G. L. c. 148, s. 36, requiring the installation of automatic sprinklers in a building in which four or more persons live or are usually employed above the second floor and which is " used in whole or in part" for manufacturing certain specified inflammable substances, is not open to objection on constitutional grounds.
Conformity of an order issued under G. L. c. 148, s. 36, with the requirement of s. 41, that "no rule or order shall be made or enforced which requires an expenditure by the owner or occupant of more than five per cent of the last annual assessed valuation of the land and buildings to which such rule or order relates," need not be averred in a complaint for violation of the provisions of s. 36 of the chapter, it being a matter of defence and not a part of the description of the substance of the offence.
By reason of the description of the metropolitan district contained in G. L. c. 148, s. 28, the provisions of s.s. 28-50 of that chapter are operative in the city of Boston without their having been accepted by the city council.
An order of the fire marshal served upon the owner of a building subject to the provisions of G. L. c. 148, s. 36, recited that an inspection had been made of the premises, that the building was used in part for the business of working upon paper boxes and the storage of paper and that four or more persons were usually employed above the second floor, and continued: "By virtue of the power conferred on me by chapter 795 of the Acts of 1914, or any act or acts in addition thereto, or amendment thereof, you are hereby ordered to equip the second and third floors of the front section of said building with automatic sprinklers in a manner satisfactory to the Building Commissioner of the City of Boston." Held, that the notice was not in Conformity to the statute, in that
(1) The statute confers no authority upon the fire marshal to make any delegation of power or duty;
(2) An attempt to vest an untrammelled discretion in a public officer as to improvement of property without some rule for guidance is void;
(3) The notice was vague and indefinite in requiring the installation of a mechanical device to conform to the satisfaction of a city officer without affording, by reference or otherwise, any guide.
What, if any, jurisdiction the building commissioner of the city of Boston possessed in the circumstances above described, it was not necessary to determine.
COMPLAINT, received and sworn to in the Municipal Court of the City of Boston on February 18, 1921, charging that, while Edward E. Badger was the owner of the building situated and numbered 81 Wareham Street, Boston, a part of that building, namely, the front rooms in the second and third floors, "were then
and there being used in the business of manufacturing paper boxes, that the said building was then and there a building in which four or more persons were then and there usually employed therein above the second floor," that the fire marshal for the Metropolitan District on March 18, 1920, while the building was being so used, issued an "order in writing directed to the said Badger . . . ordering and directing him the said Badger to equip the said building with automatic sprinklers," which was served on him on March 19, 1920, and that Badger within six months next ensuing after having received the order and notice of the marshal failed to comply with its requirement.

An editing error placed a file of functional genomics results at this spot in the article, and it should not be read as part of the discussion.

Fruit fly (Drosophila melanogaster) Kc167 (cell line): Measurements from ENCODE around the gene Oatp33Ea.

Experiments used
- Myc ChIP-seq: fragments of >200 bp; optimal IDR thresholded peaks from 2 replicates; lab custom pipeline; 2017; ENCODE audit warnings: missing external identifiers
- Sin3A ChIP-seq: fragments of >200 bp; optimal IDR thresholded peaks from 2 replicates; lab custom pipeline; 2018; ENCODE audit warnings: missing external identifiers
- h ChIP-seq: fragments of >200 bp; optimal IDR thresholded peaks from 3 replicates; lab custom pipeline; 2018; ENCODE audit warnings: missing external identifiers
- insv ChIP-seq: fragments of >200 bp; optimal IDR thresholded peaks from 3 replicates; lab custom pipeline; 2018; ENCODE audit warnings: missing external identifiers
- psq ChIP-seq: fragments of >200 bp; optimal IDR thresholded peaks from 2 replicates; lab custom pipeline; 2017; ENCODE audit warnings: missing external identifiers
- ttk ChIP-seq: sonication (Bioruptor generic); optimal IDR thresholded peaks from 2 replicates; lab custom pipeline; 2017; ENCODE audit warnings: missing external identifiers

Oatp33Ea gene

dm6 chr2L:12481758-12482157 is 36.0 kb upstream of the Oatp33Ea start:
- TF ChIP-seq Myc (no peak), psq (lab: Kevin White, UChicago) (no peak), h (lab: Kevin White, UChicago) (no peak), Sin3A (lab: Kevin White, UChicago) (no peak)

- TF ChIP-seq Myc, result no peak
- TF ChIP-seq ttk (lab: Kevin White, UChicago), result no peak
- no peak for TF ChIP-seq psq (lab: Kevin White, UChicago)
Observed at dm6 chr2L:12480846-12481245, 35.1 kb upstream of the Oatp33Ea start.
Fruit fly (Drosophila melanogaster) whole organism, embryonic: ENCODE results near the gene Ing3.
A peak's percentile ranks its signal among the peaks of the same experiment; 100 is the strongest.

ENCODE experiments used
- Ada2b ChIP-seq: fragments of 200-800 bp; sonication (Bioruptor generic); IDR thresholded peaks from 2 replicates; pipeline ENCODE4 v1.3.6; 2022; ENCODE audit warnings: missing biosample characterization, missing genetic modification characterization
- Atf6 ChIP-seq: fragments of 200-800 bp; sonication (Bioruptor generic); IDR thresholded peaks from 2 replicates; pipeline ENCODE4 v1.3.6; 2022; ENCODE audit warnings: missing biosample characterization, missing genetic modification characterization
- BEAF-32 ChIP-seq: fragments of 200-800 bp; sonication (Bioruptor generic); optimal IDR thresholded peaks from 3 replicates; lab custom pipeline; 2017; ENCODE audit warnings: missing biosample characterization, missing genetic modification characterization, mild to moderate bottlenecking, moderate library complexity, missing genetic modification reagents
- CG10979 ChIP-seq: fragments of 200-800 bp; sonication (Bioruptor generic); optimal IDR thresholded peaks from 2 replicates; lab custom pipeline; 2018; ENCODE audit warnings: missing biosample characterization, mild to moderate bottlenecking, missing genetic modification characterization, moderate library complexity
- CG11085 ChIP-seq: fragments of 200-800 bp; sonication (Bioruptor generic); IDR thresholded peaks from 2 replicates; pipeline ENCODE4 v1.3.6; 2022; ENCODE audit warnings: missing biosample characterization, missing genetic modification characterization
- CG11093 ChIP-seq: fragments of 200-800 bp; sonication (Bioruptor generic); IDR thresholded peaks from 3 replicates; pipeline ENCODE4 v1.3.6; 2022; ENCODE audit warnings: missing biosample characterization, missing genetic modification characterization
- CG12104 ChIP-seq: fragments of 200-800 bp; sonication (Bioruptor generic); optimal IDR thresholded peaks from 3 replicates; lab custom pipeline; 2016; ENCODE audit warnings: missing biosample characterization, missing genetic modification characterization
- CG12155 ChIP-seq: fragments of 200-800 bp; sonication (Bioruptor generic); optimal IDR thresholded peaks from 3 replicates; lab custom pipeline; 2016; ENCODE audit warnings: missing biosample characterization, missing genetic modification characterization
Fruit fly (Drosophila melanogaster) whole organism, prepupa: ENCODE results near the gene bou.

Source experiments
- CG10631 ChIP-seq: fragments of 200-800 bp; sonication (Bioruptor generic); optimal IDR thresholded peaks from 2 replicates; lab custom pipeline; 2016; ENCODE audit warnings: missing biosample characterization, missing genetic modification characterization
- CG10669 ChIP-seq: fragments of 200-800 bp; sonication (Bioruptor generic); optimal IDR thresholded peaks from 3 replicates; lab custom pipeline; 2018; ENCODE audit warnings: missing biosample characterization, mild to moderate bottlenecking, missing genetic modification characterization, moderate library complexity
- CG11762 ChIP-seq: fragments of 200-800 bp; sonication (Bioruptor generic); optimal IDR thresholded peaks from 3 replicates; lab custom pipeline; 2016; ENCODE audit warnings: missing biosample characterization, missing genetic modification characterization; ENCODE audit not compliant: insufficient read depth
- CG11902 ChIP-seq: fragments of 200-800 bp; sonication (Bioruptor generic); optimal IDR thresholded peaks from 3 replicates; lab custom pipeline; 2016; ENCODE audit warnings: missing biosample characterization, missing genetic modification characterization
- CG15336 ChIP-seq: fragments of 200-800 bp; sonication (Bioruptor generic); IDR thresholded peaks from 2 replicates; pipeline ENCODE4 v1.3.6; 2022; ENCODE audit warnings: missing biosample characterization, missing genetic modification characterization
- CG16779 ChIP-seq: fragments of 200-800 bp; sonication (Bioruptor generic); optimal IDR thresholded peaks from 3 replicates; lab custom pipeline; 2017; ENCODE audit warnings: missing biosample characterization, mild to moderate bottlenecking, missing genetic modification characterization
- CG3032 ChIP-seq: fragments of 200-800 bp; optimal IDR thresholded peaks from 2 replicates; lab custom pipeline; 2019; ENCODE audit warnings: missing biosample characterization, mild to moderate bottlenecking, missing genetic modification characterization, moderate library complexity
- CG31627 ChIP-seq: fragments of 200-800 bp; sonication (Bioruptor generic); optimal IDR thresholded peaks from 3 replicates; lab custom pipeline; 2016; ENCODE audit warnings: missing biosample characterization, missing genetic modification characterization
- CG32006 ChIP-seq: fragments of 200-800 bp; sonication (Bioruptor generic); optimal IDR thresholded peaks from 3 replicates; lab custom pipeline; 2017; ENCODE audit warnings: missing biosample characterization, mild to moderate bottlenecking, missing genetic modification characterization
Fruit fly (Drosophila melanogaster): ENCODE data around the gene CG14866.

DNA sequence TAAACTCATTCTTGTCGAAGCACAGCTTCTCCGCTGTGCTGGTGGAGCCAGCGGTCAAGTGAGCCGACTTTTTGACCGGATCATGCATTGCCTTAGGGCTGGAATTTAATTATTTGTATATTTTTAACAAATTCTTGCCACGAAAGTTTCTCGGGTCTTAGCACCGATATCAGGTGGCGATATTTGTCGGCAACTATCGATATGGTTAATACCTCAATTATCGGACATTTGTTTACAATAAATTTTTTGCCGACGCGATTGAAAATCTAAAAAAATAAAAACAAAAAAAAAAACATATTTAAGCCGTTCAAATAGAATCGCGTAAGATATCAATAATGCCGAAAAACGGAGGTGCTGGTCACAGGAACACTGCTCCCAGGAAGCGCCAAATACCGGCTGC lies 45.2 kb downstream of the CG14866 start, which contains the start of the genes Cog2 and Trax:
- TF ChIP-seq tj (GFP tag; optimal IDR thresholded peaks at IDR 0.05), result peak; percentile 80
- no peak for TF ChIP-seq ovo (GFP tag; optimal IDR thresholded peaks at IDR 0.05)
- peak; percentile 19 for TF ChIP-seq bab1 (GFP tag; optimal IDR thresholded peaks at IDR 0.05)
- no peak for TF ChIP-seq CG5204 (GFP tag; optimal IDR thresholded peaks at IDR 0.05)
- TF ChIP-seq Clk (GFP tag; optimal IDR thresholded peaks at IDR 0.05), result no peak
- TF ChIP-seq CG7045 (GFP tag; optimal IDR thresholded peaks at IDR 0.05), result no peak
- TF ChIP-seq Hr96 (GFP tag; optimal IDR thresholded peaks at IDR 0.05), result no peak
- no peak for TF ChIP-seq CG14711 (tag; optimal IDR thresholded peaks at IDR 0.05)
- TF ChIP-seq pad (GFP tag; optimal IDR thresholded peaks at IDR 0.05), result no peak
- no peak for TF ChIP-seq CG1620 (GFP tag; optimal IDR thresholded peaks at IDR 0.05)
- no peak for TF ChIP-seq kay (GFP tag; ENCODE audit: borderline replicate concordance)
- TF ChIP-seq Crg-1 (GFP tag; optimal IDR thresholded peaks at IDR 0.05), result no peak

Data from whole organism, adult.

The notice given to the defendant by the State fire marshal was as follows:
"An inspection having been made by this Department on March 8, 1920, of the premises owned by you, to wit: Building No. 81 Wareham Street, Boston, Massachusetts, and known as the Badger Building, I find from the report of said inspection, which is now on file in this office, that said building is used in part for the business of working upon paper, to wit: paper boxes and the storage of paper, and that four or more persons are usually employed above the second floor.
"By virtue of the power conferred on me by chapter 795 of the Acts of 1914, or any act or acts in addition thereto, or amendment thereof, you are hereby ordered to equip the second and third floors of the front section of said building with automatic sprinklers in a manner satisfactory to the Building Commissioner of the City of Boston."
On appeal to the Superior Court, the case was tried before Keating, J. Material evidence is described in the opinion. At the close of the evidence of the Commonwealth, the defendant rested and asked for a ruling that the evidence was insufficient to warrant a conviction. The motion was denied. The defendant then asked for the following rulings:
"1. That the notice and order of March 18, 1920, served upon the defendant, was not sufficiently definite and specific to impose any duty upon the defendant.
"2. A duty imposed upon the defendant by such order, to the satisfaction of the certain authorities, rendered the order so uncertain that the defendant was justified in ignoring it.
"3. That the burden is on the Commonwealth to prove that the work ordered could be performed for five per cent of the assessed value of the property, and that that burden has not been sustained.